In 1968, Case Institute of Technology launched Systems Biology research and education at the International Symposium "Systems Theory and Biology" with participation from leading biology and systems sciences researchers. Mihajlo Mesarovic of Case declared at the meeting that "The real advance [...] will come about only when biologists start asking questions which are based on systems-theoretic concepts [...] then we will [...] have [...] a field of Systems Biology".

Science, proclaimed that "A field of systems biology with its own identity and its own right" has been launched. (see "A Means Towards a New Holistic", Science 161(3836), July 1968).

To coincide with the 35th anniversary of the discipline at the University, Case Systems Biology Initiative has been launched based on two cornerstones:

  • Integration of Biology and health.
  • Human body and pathologies viewed as 'organized complexity' via multilevel/hierarchical architecture.


  1. System: a relation on 'items'
  2. Complex System: system of systems, or alternately, a relation on systems such that
    • the 'overall' system has a distinct behavior and
    • the subsystems preserve their own identity
    A complex system is different from a complicated system i.e. it is not characterized solely by the number of items but by the architecture of 'organized complexity' as a system of systems.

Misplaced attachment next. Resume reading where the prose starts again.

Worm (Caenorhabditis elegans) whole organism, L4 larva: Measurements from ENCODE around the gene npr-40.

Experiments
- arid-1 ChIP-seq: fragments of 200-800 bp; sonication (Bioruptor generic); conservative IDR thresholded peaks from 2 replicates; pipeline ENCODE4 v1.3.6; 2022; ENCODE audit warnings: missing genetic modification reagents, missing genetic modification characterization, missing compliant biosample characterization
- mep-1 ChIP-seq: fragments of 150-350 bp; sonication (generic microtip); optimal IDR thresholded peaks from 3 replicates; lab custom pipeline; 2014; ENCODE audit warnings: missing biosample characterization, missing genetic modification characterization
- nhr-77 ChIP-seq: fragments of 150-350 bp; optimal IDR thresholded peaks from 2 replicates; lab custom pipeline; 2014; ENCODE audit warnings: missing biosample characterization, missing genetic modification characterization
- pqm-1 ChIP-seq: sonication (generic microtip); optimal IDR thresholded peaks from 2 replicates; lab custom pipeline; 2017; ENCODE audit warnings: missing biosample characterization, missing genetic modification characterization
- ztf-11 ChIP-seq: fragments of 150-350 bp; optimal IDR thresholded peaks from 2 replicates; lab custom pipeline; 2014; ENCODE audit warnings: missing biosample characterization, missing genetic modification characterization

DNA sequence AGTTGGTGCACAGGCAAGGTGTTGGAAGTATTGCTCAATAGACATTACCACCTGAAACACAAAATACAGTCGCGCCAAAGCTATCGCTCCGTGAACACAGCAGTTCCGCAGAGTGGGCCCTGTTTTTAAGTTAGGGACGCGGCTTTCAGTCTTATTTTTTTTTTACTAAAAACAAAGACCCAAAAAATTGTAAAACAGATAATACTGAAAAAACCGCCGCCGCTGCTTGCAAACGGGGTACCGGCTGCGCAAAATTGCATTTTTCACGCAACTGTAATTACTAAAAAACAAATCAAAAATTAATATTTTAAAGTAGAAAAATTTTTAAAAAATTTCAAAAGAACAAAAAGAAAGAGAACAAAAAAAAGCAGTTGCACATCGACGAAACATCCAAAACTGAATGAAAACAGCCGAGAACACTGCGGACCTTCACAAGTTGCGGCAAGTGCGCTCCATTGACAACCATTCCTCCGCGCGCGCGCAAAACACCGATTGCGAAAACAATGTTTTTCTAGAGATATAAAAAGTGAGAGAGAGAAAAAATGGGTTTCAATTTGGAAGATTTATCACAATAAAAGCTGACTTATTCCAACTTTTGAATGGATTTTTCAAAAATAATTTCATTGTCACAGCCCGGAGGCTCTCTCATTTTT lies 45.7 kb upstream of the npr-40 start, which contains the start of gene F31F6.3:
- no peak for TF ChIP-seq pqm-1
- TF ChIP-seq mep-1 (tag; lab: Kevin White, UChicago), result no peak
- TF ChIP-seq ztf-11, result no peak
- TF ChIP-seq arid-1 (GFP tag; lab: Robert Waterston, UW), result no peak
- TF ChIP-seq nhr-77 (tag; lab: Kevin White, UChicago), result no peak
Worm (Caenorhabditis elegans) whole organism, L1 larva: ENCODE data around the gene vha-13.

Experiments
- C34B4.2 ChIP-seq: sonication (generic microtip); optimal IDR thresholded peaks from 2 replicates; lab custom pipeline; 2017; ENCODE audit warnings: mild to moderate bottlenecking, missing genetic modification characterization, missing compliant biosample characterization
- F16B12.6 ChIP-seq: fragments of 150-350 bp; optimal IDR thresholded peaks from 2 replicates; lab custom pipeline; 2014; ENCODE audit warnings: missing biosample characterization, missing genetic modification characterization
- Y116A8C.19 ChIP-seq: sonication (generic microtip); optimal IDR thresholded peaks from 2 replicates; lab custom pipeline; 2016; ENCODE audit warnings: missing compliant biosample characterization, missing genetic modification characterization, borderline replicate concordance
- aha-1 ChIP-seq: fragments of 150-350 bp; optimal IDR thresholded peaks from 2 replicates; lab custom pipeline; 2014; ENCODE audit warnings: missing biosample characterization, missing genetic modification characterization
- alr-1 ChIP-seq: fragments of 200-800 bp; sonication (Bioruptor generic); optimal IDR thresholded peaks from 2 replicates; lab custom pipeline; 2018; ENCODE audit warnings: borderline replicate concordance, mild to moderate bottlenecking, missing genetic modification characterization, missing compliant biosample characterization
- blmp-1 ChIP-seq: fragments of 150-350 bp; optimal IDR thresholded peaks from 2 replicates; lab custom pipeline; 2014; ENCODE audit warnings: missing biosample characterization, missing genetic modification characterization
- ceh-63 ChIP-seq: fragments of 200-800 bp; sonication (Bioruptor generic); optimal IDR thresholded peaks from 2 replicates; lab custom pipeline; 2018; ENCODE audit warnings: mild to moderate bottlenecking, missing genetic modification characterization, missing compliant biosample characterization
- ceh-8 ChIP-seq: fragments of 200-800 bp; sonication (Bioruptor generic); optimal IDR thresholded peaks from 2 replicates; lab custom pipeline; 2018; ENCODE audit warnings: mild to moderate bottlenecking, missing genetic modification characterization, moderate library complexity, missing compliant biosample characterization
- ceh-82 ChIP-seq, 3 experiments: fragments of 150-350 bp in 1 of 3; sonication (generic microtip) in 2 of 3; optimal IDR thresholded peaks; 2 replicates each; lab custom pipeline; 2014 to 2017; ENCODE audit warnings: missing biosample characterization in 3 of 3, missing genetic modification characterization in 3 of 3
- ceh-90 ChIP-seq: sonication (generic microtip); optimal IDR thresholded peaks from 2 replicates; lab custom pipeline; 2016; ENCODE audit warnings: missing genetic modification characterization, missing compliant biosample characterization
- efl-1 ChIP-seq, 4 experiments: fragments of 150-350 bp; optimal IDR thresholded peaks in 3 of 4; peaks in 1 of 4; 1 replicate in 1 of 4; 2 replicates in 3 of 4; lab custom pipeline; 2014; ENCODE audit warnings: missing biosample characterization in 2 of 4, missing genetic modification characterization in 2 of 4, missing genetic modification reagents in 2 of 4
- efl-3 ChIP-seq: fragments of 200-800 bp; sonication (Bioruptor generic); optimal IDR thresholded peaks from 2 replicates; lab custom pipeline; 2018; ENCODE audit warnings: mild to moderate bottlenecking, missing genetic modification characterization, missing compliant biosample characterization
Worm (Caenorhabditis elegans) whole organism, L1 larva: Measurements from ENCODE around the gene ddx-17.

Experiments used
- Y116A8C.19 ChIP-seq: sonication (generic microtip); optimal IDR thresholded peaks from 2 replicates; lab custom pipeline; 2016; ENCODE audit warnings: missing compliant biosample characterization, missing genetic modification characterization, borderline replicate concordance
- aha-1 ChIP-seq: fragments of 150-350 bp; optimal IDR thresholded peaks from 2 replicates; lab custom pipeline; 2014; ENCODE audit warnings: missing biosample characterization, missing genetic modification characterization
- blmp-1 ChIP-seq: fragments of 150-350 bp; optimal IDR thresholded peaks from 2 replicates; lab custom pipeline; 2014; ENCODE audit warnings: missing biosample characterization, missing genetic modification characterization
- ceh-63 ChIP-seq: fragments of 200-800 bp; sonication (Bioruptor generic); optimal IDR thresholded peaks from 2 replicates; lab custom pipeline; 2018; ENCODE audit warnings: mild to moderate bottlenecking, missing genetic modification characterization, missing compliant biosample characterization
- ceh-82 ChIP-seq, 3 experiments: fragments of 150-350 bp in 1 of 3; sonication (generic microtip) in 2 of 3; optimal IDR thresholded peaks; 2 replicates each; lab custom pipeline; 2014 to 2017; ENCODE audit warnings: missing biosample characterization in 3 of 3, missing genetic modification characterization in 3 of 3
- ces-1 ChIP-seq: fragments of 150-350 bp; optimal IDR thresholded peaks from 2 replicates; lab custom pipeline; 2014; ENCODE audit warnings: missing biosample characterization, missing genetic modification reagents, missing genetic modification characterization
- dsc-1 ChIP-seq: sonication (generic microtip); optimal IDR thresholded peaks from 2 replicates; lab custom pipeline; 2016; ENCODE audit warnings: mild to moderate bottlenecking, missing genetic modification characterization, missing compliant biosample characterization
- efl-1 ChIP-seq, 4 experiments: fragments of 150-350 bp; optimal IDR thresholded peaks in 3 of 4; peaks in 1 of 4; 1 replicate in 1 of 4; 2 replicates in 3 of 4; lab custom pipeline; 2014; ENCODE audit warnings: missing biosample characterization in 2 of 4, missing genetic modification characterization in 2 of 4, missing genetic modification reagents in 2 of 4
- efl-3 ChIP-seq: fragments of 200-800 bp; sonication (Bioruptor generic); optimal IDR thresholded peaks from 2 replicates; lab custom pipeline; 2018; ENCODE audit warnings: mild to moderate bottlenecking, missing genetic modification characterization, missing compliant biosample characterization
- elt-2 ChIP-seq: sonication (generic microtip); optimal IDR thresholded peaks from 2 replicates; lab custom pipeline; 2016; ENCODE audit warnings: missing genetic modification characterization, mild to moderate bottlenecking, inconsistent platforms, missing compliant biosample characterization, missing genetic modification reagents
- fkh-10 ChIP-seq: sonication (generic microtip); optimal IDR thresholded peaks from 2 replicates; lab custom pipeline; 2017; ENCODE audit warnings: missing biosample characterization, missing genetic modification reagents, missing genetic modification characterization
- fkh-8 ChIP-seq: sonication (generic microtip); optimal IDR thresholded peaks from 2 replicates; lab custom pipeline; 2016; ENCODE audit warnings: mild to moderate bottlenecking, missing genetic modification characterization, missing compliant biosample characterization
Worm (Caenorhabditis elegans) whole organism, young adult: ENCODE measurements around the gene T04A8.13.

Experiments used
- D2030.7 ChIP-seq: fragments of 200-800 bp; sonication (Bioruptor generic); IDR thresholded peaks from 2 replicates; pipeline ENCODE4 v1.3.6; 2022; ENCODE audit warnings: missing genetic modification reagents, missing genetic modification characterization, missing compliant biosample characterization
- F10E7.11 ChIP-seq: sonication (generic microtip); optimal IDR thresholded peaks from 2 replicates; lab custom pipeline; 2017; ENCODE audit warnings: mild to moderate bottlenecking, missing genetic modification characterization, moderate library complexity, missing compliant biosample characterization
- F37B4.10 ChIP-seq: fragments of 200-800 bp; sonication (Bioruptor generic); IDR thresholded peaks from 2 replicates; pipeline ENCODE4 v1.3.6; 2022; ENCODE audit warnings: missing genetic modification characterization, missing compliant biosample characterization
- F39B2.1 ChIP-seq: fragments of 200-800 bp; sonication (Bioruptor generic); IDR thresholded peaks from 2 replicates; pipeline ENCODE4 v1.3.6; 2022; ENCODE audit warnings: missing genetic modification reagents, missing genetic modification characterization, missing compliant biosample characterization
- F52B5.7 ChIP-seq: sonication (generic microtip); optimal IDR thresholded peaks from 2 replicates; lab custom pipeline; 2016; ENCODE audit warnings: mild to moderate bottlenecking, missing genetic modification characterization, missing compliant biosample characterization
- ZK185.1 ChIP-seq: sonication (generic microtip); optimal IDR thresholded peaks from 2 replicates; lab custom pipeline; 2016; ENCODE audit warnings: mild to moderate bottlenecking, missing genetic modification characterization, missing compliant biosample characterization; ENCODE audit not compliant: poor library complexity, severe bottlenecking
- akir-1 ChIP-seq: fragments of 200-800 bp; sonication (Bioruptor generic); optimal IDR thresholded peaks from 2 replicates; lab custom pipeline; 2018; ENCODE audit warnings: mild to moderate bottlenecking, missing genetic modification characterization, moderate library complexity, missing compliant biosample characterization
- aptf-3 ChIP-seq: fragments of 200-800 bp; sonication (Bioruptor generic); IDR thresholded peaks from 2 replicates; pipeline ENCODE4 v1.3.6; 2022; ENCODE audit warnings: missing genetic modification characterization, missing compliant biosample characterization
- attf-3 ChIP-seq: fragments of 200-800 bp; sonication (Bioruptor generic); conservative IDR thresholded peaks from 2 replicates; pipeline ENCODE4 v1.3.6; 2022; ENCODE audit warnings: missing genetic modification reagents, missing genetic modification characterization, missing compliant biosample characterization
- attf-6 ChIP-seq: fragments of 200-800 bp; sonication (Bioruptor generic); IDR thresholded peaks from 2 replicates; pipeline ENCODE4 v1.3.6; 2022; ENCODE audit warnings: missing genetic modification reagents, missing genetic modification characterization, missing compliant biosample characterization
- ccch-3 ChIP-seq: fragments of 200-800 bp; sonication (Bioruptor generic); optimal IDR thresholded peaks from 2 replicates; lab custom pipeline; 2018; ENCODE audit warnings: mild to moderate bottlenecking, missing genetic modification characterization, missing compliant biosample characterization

3. Subsystems (items in a complex system)
    • preserve their own identity,
    • have their own recognizable boundary and existence
    • ,
    • their behavior is conditioned by mutual interaction and being within the overall system.


Two of the most common concepts used extensively in present day research in Systems Biology are dynamics and feedback. However, there are Systems Science concepts that are relevant to understanding and explaining Complex Biological Phenomena. Systems Concepts that we use are:
  1. Multilevelnesss
    • From conceptual to mathematical and computer based
    • Identification of the roles and functioning of levels
    • Space and time scaling
  2. Domain of Autonomy
  3. Coordination and use of Interaction Balance Principle
  4. Robustness and Resilience - Omnipresent in biological phenomena, the coordinated behavior of the overall systems does not need absolute balance. Rather the system is able to tolerate imbalances within certain bounds, and these bounds can evolve over time.
Examples from our research: